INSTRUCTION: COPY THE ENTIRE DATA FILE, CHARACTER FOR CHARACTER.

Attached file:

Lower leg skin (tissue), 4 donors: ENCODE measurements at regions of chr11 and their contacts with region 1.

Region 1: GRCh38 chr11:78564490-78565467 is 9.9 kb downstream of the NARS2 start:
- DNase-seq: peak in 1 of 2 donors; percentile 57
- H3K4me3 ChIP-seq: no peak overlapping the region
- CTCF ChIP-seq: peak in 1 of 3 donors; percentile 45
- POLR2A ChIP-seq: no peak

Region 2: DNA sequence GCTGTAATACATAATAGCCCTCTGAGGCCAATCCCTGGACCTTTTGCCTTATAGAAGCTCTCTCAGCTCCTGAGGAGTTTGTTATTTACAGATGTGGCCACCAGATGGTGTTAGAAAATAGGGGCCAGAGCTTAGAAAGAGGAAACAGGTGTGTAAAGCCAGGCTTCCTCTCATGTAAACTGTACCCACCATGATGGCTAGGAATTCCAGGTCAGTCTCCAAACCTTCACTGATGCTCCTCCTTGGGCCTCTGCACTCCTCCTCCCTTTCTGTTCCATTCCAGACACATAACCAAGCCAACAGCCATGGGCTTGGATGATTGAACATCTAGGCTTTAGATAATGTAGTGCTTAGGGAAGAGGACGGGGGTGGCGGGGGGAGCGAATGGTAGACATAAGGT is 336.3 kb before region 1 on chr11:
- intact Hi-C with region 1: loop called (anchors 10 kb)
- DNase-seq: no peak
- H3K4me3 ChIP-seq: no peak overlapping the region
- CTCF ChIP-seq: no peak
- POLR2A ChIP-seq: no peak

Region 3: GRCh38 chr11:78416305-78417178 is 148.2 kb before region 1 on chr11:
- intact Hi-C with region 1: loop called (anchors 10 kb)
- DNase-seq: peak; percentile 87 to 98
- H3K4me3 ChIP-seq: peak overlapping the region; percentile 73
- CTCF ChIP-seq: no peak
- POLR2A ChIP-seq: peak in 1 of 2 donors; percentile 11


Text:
Lower leg skin (tissue), 4 donors: ENCODE measurements at regions of chr11 and their contacts with region 1.

Region 1: GRCh38 chr11:78564490-78565467 is 9.9 kb downstream of the NARS2 start:
- DNase-seq: peak in 1 of 2 donors; percentile 57
- H3K4me3 ChIP-seq: no peak overlapping the region
- CTCF ChIP-seq: peak in 1 of 3 donors; percentile 45
- POLR2A ChIP-seq: no peak

Region 2: DNA sequence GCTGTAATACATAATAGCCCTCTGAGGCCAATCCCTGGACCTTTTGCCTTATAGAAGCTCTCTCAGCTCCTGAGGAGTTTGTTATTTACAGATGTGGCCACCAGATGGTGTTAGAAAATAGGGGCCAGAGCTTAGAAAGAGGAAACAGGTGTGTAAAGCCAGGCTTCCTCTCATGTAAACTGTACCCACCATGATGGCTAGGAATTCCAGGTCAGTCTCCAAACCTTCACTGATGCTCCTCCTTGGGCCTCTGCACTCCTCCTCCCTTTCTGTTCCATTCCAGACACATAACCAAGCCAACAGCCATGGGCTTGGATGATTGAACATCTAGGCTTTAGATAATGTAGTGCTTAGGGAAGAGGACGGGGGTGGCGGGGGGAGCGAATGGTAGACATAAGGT is 336.3 kb before region 1 on chr11:
- intact Hi-C with region 1: loop called (anchors 10 kb)
- DNase-seq: no peak
- H3K4me3 ChIP-seq: no peak overlapping the region
- CTCF ChIP-seq: no peak
- POLR2A ChIP-seq: no peak

Region 3: GRCh38 chr11:78416305-78417178 is 148.2 kb before region 1 on chr11:
- intact Hi-C with region 1: loop called (anchors 10 kb)
- DNase-seq: peak; percentile 87 to 98
- H3K4me3 ChIP-seq: peak overlapping the region; percentile 73
- CTCF ChIP-seq: no peak
- POLR2A ChIP-seq: peak in 1 of 2 donors; percentile 11